Trauma therapy in Maskwacis uses ‘the horse spirit’

Patrick Buffalo leads training for First Nations youth on healing from trauma

A group of seven First Nations youth from Louis Bull First Nation, all in their mid-twenties, trickle into the Panee Agriplex on Ermineskin First Nation, 80 km south of Edmonton.

There are six men and one woman. They are a part of a life skills program participating in work placements and cultural activities.

“We go to different work placements and then cultural activities like this one,” says one of the participants, Tyra-Jean Moonias.

Today they are here for healing.

Panee has seen its share of excitement.

It has held powwows, horse auctions and rodeo relays. In 1988, Wilton Littlechild celebrated his election for the federal Progressive Conservative party in Panee.

Today, it’s hosting the small group for a session on trauma and healing.

Patrick Buffalo, from just down the road at Samson Cree First Nation is teaching the class. He works with his son Mason Buffalo on facilitated horse therapy.

“A lot of times these horses do their magic communicating with us and connecting with us. They feel the fear, hurt and sadness that people are carrying.

“The idea is to let that go. Not with the horse itself, but with the horse spirit,” says Buffalo.

Comanche, a 22-year-old American Paint horse, is standing by for the afternoon session.

Trauma therapy in Maskwacis.
Participants at Patrick Buffalo’s healing from trauma workshop. Photo: APTN/Danielle Paradis

Father and son have travelled across Western Canada for the past eight years with their workshops.

Buffalo, who has taken courses in equine assisted learning to become a personal development coach, has had a varied career. He began as an electrician working in Samson. He has also taken training in Reiki, an energy healing practice, and hypnotherapy.

“What is healing? It is about feeling good,” says Buffalo.

He tells the class he likes to keep his terminology simple and easy to understand.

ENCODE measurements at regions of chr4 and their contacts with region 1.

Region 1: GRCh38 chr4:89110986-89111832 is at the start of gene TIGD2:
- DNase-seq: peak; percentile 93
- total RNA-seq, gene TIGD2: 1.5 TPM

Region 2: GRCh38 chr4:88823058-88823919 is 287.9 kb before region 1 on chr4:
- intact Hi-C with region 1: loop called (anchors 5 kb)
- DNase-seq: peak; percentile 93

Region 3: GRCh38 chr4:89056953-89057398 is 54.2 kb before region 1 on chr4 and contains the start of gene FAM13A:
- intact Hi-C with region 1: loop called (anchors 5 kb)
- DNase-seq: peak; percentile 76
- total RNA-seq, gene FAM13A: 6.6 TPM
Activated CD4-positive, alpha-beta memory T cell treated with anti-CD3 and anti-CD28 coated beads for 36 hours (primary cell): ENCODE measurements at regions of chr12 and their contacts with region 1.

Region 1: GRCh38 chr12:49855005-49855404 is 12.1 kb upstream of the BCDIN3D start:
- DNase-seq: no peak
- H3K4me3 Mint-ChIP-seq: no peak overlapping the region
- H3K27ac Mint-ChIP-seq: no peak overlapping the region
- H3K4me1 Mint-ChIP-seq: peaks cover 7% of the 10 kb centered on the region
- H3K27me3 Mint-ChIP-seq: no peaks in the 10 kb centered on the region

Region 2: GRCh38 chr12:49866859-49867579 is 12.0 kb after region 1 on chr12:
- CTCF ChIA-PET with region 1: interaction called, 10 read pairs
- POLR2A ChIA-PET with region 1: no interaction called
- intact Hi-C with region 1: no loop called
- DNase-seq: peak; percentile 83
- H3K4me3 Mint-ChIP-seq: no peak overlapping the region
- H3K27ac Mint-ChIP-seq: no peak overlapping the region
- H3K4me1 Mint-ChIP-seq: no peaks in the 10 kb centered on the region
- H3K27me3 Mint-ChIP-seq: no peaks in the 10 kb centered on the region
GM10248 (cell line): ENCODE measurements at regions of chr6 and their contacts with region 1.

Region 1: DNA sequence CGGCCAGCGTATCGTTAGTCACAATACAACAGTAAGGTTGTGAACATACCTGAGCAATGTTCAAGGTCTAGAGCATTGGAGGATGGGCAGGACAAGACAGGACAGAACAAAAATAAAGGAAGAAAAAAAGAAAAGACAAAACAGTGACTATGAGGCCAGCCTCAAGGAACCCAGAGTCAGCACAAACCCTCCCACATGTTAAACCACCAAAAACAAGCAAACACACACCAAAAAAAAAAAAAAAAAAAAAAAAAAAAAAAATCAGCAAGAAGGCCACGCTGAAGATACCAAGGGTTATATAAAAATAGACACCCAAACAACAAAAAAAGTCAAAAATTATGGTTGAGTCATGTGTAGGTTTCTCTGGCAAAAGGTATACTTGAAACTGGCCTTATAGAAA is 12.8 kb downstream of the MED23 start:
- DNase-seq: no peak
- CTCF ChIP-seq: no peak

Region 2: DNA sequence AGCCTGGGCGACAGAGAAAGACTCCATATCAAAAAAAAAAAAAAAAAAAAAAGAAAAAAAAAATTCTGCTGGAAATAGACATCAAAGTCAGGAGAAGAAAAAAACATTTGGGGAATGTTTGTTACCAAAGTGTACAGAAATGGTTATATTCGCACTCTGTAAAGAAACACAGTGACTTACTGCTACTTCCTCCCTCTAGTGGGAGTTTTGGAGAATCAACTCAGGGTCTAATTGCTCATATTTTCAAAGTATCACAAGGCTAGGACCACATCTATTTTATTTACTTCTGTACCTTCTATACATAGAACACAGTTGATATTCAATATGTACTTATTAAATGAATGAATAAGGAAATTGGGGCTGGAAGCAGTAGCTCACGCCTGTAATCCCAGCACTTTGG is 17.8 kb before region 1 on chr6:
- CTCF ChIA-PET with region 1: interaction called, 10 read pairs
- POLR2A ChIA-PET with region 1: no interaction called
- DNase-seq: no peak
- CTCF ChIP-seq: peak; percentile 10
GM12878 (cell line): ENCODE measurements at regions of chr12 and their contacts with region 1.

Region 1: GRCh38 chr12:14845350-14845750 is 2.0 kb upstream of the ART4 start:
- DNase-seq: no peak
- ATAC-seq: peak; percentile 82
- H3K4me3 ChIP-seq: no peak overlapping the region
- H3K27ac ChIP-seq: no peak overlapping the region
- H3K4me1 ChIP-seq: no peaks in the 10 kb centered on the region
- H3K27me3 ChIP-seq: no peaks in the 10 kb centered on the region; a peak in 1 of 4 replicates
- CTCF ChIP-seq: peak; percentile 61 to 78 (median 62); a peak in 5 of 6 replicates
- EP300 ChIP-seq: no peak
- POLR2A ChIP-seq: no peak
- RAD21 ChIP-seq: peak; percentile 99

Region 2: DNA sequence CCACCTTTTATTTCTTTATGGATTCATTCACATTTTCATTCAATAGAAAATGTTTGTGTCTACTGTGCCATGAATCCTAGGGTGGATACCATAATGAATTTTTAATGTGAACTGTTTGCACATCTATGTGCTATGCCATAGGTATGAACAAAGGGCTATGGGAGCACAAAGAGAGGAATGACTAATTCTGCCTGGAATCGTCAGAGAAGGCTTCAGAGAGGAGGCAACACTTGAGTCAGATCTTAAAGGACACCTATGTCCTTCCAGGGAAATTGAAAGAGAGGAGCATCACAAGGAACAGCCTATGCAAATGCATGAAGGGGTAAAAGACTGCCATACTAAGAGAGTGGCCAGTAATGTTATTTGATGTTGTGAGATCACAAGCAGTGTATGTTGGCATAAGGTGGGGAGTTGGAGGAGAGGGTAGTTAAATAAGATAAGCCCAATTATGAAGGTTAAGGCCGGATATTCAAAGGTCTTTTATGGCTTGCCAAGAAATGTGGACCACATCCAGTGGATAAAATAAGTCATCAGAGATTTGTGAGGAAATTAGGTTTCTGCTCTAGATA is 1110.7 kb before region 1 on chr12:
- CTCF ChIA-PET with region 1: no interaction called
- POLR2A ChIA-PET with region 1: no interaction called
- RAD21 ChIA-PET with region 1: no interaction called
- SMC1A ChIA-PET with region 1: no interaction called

Buffalo says the lessons he learned as a journeyman electrician in from 1977 influence how he thinks about the effects of trauma today.

He likens trauma to an overburdened circuit breaker.

“When you overload the breaker, boom, the switch kicks out and it does not reset automatically.

“In our bodies we have switches and if you know nothing about these switches you won’t be able to reset them,” he says to the group.

Healing means letting go

For Buffalo the trauma work is personal.

His brother died while robbing a gas station in 1973.

“When he died, he took a part of me with him,” says Buffalo.

He uses his own life experience when talking to the group about the way negative experiences can make you feel stuck.

In the first part of the session, Buffalo goes through the effects of trauma on individuals and a community.

“Healing means letting go. Letting go of the heaviness because everybody I work with has a heaviness to them,” said Buffalo.

Now he has been working with groups on stress management, grief management, trauma, healing and many other topics for over 30 years.

“I can work with anything. Everything is a label and it all channels back to one problem: thought,” says Buffalo.

“It’s those thoughts we have that create programming and everyone is governed by their own programming.”

Buffalo, who used to be in the rodeo, was used to working with horses, but it wasn’t until he had personal experiences with what he calls “the horse spirit” that he began to realise the way that he could incorporate them into his healing workshops.

Buffalo’s method isn’t like group therapy where people speak about the issues that affected them.

“It doesn’t work for anyone to just go in to the past and roll around in your pain. You will still have the same programming,” says Buffalo.

He recalls a time when he was on the band council and there were Indian Residential Schools Settlement Agreement sessions held in Edmonton.

“They pushed these old people into their pain, opened up old wounds and just left them. They sent them to psychologists and psychiatrists which of course was not cultural healing,” says Buffalo.

Trauma therapy in Maskwacis
Trauma therapy in Maskwacis with Patrick Buffalo and participant Tyra-Jean Moonias. Photo: APTN/Danielle Paradis

As he walks the class through what happens to the body when there is a traumatic situation in their life. He says you can “get stuck” when facing difficult life situations and healing is about learning to let go.

“You don’t have to remember what happened. It is the feeling and when it started,” he tells the participants.

In the afternoon, Buffalo leads in Comanche to the main arena. The horse stands by the wall as the students form a wide U-shape around him and Buffalo.

One by one, the students take turns placing their hands on the horse as Buffalo guides them through a brief exercise.

“In your mind you have the horse spirit to help you feel better. Let go of the stuff that has been weighing you down,” he says, in part, to each participant as they lay both hands on the horse.

Afterwards Moonias says she feels lighter.

The students will return for the second half of the workshop which leads them through a “soul-retrieval” where they continue work with the horse spirit.

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